We have a young man from Chicago named Adam Adams who was having a very tough time in the south side of Chicago and didn't know whether he would get out of high school, but right now he's a second-year student in the University of Illinois in mechanical engineering, and his goal is to, without question, change the functions of the internal combustion engine. He wants to be able to use less fuel, different fuel or no fuel at all. What a great tribute to the First Tee if a young man from the south side of Chicago who didn't have much of a future, went to college and changed the internal combustion engine and we are all driving in a much more efficient way. Of course, I get the $64,000 question all the time is when are we going to next have a participant on the PGA or the LPGA Tour, and my answer is one day we will. When you reach 2.9 million young people, you're really also focused on what those young people can do and how they can have an impact in our society, and that's what we're seeing over and over again.
We did a study and one study said 76 percent of the parents saw an increased level of confidence in their young people because of their involvement in the First Tee. 52 percent saw an increase in their grades because of their involvement with the First Tee. So there are lots of stories about the First Tee from city to city.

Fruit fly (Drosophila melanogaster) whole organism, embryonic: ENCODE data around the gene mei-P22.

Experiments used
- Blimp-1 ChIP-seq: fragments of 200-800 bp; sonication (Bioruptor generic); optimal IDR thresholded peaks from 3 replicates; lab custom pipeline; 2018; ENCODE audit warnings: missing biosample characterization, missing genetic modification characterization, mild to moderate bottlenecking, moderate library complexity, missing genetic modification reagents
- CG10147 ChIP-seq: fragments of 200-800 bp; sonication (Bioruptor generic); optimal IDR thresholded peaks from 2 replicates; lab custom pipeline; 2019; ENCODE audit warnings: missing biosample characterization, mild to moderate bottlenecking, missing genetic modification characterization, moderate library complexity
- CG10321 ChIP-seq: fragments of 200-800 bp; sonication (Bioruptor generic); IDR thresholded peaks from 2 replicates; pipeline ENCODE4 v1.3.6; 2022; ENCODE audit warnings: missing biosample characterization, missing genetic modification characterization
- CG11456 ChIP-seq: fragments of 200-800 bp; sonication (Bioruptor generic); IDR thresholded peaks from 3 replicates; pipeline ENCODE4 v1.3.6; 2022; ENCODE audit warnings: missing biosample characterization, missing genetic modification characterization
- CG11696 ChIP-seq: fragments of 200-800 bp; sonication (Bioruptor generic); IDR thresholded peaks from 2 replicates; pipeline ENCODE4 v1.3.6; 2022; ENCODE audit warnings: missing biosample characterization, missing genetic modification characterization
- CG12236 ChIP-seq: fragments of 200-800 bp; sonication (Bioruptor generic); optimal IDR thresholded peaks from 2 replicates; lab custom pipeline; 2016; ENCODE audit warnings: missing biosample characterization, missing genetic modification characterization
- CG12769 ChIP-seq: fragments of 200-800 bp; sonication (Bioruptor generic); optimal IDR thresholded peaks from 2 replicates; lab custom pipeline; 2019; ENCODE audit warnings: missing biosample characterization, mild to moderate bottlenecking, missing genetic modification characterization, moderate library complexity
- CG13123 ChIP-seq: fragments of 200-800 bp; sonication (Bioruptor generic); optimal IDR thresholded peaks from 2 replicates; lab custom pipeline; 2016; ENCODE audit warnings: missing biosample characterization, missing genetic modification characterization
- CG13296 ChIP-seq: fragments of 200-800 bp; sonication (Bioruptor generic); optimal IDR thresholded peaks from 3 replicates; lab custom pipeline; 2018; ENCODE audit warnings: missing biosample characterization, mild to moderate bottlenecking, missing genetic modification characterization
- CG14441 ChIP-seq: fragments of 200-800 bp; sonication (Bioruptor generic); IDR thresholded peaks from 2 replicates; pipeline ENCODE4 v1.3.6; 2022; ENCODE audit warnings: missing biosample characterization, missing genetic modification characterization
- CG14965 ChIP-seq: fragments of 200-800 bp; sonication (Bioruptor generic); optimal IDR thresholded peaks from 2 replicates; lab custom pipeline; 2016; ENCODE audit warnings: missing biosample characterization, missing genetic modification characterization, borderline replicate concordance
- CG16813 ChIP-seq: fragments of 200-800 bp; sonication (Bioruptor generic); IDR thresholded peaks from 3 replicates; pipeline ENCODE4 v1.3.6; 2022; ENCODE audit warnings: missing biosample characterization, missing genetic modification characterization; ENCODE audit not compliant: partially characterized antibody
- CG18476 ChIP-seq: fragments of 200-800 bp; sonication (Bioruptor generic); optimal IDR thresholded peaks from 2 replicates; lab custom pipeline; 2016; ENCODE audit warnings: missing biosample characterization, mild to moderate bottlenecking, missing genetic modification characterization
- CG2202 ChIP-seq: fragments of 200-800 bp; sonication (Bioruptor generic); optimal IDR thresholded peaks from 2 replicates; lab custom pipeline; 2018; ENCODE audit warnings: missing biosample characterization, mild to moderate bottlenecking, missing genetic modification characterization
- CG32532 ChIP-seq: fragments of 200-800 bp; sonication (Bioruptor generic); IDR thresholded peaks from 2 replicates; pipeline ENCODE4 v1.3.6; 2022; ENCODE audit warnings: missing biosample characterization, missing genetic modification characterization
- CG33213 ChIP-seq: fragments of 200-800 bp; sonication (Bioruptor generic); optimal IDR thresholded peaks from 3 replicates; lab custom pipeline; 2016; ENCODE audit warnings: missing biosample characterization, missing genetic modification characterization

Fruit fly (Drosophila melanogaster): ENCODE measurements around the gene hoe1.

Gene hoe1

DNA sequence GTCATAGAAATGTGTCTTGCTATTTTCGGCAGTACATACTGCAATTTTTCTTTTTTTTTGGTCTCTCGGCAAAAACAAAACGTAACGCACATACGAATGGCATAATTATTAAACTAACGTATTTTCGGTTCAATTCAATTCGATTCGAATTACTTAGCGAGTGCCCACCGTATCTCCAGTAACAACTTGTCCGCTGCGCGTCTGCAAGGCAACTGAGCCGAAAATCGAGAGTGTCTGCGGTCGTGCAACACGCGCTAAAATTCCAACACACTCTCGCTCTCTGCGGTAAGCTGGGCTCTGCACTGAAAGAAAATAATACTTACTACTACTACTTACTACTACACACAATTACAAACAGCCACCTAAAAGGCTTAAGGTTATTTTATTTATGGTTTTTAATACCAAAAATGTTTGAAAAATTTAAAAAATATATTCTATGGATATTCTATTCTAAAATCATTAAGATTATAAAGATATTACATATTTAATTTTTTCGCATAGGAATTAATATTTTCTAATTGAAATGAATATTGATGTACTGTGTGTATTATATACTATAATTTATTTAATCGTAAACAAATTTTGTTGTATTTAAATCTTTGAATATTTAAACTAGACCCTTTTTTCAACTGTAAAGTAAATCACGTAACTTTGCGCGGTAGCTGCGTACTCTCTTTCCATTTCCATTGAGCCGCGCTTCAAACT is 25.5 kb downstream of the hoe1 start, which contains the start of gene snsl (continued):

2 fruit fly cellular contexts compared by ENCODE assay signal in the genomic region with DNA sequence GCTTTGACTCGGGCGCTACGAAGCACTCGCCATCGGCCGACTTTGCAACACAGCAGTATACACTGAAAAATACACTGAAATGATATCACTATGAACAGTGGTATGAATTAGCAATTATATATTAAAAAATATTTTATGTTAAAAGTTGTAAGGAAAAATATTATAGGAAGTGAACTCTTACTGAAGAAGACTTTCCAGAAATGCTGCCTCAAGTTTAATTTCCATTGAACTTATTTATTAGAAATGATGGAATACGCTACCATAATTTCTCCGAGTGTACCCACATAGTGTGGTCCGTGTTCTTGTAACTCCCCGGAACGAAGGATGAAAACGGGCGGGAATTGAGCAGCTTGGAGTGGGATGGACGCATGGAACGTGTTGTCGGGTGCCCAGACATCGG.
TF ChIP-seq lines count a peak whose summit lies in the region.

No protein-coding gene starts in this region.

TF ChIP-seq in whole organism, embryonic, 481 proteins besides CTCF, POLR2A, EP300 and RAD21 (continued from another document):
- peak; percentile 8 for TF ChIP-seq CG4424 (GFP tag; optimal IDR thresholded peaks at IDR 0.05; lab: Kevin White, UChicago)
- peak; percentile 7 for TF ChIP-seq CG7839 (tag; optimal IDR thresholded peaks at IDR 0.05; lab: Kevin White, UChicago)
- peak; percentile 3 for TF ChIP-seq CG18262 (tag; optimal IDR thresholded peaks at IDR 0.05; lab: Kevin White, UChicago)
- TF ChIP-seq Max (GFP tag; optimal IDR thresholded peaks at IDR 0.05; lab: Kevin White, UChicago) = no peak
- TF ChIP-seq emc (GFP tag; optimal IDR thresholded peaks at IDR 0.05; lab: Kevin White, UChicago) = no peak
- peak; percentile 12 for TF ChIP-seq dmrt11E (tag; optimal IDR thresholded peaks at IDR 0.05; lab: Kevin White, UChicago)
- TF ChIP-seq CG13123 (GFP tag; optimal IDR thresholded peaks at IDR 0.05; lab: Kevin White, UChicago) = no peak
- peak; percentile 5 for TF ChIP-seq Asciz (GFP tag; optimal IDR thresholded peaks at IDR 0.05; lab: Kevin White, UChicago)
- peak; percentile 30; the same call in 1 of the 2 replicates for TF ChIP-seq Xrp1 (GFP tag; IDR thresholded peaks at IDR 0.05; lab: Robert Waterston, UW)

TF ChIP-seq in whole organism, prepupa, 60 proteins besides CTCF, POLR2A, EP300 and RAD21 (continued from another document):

We're excited to be in Ohio because we have nine chapters in Ohio, and this is our largest state in the Midwest. But we have chapters all across the country having a meaningful impact and lasting impact on our young participants.

Q. Anthony, what kind of day do you think you'll -- have you thought about what kind day it will be like when you first do this as an ambassador, when go and set up a clinic? What will there be besides the clinic?
ANTHONY KIM: Well, before we both signed up to do this, because it wasn't just me that wanted to do it, I wanted to see what it was like when it was run every day, and so I went to the Dallas chapter and got to hang out with the kids for a little bit of time.
I saw that me being there and being able to say a couple words to -- and you can't talk to everybody, but I tried my best to talk to all of the little kids, just let them know that they have the same opportunity I did when I was younger. And they have the same goals. There's no reason not to be able to have a chance to reach any goal you have.
The great thing about the First Tee is it's not just about golf. It's not just about succeeding in golf, but learning life goals, learning how to work through problems and learning how to ask questions when you don't know the answer.
So once I got to spend time with the kids and saw the people that were associated with it, it was a lay-down for me. I wanted to be a part of it and feel very blessed to be able to do that.
JOE BARROW: I was just with one of the coaches, Chuck Walker, at the First Tee of Dallas last week, and he was still commenting on the impact that you had on the young people and how pleased they were to spend time with you and how you seemed to have a meaningful impact and really related to what they were saying and some of the challenges that they faced. It's already happening. We're pleased that you're going to be able to continue that throughout the year and for many years.